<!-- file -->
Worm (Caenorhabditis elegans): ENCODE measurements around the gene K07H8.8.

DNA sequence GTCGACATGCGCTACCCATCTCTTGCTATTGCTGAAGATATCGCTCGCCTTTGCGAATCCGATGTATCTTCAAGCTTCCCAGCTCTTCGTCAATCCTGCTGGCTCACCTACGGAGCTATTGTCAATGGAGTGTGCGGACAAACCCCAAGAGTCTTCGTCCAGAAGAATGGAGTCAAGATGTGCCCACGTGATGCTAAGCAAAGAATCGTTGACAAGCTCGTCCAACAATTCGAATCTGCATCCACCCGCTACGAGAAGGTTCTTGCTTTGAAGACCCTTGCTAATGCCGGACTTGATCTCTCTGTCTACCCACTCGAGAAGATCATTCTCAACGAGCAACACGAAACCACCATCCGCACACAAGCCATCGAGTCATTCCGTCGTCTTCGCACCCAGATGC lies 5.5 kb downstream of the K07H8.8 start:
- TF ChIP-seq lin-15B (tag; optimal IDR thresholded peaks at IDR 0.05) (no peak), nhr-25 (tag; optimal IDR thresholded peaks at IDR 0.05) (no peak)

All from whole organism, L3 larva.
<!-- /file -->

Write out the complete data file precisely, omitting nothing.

Worm (Caenorhabditis elegans): ENCODE measurements around the gene K07H8.8.

DNA sequence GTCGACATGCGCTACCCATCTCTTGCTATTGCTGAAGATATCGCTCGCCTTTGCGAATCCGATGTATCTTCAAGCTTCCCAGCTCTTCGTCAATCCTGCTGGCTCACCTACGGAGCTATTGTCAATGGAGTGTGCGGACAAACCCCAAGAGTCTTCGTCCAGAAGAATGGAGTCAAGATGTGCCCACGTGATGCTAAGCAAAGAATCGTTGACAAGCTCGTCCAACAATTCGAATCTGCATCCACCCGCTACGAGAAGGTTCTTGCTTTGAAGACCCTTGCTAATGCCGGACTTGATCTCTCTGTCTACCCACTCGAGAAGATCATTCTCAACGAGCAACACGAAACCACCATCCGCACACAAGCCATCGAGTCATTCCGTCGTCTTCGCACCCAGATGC lies 5.5 kb downstream of the K07H8.8 start:
- TF ChIP-seq lin-15B (tag; optimal IDR thresholded peaks at IDR 0.05) (no peak), nhr-25 (tag; optimal IDR thresholded peaks at IDR 0.05) (no peak)

All from whole organism, L3 larva.